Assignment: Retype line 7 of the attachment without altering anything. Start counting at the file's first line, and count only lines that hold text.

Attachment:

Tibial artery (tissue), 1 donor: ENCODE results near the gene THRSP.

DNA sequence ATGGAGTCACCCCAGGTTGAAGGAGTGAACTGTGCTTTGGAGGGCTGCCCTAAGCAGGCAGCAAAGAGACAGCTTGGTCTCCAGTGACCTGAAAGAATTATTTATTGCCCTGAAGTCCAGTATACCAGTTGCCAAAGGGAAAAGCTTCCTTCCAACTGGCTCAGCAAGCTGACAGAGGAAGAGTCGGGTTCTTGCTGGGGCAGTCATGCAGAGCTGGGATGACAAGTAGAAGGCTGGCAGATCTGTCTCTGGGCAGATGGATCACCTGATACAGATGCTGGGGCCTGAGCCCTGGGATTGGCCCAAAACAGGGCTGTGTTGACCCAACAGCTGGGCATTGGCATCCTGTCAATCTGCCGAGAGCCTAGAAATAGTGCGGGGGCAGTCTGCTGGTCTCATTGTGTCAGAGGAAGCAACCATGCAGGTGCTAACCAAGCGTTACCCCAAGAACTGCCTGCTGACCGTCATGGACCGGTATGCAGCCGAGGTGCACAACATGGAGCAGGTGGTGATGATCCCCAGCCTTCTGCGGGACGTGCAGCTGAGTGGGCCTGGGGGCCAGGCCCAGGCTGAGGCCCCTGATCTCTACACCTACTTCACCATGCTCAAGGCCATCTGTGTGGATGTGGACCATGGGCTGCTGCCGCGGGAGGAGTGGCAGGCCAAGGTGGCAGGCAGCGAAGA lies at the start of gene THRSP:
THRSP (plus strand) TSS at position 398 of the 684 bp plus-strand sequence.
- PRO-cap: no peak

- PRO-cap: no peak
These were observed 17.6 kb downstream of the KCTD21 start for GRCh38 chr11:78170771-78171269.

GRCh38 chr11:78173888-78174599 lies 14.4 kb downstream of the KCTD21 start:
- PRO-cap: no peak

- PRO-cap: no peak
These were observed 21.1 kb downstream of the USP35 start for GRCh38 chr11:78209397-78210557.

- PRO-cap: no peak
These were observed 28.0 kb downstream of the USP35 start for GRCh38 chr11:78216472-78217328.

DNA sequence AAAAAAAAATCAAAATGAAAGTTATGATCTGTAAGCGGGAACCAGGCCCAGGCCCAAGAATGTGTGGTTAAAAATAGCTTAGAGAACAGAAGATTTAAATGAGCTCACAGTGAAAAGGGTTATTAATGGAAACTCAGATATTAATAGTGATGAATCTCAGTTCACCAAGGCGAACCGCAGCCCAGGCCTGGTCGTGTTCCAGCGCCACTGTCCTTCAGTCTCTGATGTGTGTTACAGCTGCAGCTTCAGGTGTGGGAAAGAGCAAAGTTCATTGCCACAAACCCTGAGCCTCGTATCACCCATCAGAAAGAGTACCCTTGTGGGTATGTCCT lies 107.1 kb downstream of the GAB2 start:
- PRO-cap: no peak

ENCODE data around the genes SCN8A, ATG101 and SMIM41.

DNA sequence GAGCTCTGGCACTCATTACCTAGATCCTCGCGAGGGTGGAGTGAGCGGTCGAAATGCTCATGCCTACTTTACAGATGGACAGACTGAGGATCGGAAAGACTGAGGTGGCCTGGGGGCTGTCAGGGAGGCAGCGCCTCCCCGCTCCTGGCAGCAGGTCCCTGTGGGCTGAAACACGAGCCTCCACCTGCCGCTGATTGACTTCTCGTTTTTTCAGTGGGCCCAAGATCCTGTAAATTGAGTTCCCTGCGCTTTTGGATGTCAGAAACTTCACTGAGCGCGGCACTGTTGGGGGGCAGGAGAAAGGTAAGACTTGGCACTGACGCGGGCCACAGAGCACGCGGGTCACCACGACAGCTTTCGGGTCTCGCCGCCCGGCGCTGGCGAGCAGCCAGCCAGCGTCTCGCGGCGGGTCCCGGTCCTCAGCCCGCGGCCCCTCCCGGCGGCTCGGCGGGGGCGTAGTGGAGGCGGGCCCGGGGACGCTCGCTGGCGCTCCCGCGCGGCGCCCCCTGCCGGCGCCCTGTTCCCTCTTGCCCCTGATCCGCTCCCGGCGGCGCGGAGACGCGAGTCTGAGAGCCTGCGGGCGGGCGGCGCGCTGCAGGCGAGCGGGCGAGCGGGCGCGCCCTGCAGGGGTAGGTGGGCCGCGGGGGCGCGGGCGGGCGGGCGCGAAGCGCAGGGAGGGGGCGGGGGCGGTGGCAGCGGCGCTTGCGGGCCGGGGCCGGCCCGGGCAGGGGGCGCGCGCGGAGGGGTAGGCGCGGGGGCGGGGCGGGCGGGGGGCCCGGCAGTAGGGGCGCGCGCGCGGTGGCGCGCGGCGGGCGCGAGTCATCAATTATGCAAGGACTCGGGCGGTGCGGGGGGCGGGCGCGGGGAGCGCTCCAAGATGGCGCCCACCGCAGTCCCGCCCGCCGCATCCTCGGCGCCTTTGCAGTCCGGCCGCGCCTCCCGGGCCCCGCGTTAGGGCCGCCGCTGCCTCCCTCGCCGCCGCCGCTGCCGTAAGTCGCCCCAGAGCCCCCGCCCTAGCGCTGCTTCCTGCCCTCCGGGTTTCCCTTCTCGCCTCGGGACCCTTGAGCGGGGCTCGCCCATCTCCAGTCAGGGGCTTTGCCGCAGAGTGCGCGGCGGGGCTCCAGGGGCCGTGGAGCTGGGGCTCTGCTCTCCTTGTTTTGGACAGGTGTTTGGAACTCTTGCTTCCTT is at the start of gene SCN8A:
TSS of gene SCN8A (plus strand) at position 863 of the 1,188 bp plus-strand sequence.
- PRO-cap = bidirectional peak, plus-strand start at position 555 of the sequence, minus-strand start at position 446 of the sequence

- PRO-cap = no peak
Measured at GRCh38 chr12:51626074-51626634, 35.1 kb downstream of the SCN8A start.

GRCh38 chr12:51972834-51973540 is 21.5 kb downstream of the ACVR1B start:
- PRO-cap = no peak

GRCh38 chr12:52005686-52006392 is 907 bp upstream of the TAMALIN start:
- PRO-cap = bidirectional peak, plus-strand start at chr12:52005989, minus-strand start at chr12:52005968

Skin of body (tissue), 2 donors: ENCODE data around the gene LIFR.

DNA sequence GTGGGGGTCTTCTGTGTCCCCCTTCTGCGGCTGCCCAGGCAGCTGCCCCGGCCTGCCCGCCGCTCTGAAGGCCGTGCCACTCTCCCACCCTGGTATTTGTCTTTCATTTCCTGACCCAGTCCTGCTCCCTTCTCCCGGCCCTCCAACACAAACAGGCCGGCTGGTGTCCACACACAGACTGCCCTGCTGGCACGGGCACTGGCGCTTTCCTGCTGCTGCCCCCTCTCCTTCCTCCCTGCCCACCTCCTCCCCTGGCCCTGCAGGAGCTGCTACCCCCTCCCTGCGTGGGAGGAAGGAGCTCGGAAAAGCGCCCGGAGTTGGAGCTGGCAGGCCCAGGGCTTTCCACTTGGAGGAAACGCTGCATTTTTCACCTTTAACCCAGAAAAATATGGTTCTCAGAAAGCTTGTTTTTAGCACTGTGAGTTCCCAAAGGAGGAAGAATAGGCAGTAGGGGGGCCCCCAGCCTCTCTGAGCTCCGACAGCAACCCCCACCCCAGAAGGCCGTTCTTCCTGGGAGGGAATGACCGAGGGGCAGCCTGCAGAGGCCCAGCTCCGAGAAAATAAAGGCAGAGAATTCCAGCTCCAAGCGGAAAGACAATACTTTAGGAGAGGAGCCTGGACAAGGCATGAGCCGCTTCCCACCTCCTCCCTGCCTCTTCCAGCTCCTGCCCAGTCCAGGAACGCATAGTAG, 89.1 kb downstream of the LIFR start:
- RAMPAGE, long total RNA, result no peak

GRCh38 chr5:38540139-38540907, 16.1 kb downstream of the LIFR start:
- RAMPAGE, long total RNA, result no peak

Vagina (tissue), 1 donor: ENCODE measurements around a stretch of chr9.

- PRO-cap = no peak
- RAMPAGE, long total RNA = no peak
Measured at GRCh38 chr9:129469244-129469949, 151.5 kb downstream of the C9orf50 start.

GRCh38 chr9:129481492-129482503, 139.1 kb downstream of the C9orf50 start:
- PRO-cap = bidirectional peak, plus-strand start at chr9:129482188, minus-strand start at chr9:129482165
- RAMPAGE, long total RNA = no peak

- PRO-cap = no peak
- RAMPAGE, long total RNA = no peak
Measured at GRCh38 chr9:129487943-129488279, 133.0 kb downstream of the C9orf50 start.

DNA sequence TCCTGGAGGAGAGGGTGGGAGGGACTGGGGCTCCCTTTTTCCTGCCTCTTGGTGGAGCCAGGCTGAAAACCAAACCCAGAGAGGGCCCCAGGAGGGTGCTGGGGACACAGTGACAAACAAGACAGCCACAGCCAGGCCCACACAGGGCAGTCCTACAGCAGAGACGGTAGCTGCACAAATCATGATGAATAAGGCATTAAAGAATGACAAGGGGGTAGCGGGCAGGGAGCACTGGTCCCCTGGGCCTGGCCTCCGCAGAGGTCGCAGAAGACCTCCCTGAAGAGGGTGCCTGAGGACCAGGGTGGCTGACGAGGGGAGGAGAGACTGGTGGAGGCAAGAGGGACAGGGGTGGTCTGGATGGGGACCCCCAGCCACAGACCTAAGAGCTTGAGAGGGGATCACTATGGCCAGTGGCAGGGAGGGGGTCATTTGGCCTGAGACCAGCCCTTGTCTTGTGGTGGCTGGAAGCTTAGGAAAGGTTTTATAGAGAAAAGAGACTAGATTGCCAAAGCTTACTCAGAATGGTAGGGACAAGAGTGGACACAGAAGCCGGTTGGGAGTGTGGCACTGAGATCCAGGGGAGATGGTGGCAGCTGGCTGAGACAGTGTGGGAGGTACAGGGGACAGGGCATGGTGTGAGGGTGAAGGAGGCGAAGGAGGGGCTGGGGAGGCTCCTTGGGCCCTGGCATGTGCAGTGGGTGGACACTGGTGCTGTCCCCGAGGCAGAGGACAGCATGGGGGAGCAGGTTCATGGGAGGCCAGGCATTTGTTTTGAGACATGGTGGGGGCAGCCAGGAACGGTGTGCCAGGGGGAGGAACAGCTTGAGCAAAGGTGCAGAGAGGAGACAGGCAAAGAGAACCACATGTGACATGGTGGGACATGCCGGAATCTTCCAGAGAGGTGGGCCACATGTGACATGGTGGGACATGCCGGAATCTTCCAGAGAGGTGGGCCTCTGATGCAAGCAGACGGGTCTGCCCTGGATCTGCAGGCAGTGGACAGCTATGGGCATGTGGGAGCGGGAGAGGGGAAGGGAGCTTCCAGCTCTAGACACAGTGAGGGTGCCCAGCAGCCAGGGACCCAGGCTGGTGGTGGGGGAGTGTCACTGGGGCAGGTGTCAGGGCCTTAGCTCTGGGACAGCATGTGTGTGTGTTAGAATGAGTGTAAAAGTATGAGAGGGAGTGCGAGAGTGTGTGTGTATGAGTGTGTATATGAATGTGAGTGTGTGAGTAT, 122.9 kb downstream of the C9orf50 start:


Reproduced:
GRCh38 chr11:78173888-78174599 lies 14.4 kb downstream of the KCTD21 start: